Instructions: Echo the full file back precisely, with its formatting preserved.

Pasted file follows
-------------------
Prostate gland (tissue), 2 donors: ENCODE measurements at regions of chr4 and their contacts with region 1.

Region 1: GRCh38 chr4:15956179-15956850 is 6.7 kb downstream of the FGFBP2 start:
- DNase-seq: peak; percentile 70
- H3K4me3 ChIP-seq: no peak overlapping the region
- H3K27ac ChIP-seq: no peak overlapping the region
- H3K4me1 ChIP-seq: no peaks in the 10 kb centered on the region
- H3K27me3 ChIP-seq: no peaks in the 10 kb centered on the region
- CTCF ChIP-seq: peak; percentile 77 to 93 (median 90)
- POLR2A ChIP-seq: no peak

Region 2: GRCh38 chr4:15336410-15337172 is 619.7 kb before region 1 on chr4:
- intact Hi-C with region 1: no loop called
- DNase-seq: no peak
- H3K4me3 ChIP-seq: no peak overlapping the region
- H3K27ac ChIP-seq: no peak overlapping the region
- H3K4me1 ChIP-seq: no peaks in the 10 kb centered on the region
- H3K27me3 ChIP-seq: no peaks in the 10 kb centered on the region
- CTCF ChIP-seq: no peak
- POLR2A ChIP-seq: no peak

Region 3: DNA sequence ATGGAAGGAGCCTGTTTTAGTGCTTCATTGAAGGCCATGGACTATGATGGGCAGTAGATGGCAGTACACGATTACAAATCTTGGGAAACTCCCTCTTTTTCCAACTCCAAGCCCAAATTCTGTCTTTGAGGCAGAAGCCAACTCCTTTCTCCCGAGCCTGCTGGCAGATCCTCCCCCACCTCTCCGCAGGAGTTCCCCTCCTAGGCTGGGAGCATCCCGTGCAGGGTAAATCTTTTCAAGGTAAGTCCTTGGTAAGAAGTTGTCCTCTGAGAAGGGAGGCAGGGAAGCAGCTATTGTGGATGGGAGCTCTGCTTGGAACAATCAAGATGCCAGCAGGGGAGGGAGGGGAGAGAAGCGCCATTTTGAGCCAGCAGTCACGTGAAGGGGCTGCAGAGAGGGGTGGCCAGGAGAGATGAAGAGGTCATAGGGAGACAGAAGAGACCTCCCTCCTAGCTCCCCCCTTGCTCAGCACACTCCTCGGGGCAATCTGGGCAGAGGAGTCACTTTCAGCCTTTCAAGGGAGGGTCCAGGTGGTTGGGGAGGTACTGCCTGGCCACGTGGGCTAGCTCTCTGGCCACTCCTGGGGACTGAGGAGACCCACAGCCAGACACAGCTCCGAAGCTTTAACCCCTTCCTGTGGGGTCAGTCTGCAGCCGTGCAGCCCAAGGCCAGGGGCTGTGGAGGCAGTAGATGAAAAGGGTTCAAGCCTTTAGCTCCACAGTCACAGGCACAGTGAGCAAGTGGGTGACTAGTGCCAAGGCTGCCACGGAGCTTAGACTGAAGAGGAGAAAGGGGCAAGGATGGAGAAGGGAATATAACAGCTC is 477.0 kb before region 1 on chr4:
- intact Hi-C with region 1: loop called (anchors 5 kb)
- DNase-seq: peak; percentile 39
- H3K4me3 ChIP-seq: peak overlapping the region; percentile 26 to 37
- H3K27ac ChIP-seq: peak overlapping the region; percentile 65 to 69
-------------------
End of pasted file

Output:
Prostate gland (tissue), 2 donors: ENCODE measurements at regions of chr4 and their contacts with region 1.

Region 1: GRCh38 chr4:15956179-15956850 is 6.7 kb downstream of the FGFBP2 start:
- DNase-seq: peak; percentile 70
- H3K4me3 ChIP-seq: no peak overlapping the region
- H3K27ac ChIP-seq: no peak overlapping the region
- H3K4me1 ChIP-seq: no peaks in the 10 kb centered on the region
- H3K27me3 ChIP-seq: no peaks in the 10 kb centered on the region
- CTCF ChIP-seq: peak; percentile 77 to 93 (median 90)
- POLR2A ChIP-seq: no peak

Region 2: GRCh38 chr4:15336410-15337172 is 619.7 kb before region 1 on chr4:
- intact Hi-C with region 1: no loop called
- DNase-seq: no peak
- H3K4me3 ChIP-seq: no peak overlapping the region
- H3K27ac ChIP-seq: no peak overlapping the region
- H3K4me1 ChIP-seq: no peaks in the 10 kb centered on the region
- H3K27me3 ChIP-seq: no peaks in the 10 kb centered on the region
- CTCF ChIP-seq: no peak
- POLR2A ChIP-seq: no peak

Region 3: DNA sequence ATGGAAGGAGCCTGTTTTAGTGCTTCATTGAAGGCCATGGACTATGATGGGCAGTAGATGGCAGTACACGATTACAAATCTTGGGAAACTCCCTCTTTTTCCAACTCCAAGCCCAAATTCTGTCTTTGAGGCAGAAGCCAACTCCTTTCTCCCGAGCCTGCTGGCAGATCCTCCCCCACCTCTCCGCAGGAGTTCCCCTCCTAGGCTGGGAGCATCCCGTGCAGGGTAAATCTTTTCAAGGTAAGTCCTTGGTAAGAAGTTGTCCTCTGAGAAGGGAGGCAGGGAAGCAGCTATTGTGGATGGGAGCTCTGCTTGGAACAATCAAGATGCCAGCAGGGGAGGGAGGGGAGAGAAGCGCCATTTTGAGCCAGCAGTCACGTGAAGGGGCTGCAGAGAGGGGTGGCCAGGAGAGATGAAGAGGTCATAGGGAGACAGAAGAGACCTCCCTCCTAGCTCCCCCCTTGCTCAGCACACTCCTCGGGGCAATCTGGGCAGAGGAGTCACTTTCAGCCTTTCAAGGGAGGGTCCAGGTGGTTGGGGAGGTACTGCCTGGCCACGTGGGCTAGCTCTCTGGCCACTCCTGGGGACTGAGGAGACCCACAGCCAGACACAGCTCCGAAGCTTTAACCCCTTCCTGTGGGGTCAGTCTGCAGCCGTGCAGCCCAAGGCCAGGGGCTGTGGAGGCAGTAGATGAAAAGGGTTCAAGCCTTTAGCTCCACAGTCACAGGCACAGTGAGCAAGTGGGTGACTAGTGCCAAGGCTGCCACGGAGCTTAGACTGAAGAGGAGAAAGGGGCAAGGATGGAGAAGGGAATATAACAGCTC is 477.0 kb before region 1 on chr4:
- intact Hi-C with region 1: loop called (anchors 5 kb)
- DNase-seq: peak; percentile 39
- H3K4me3 ChIP-seq: peak overlapping the region; percentile 26 to 37
- H3K27ac ChIP-seq: peak overlapping the region; percentile 65 to 69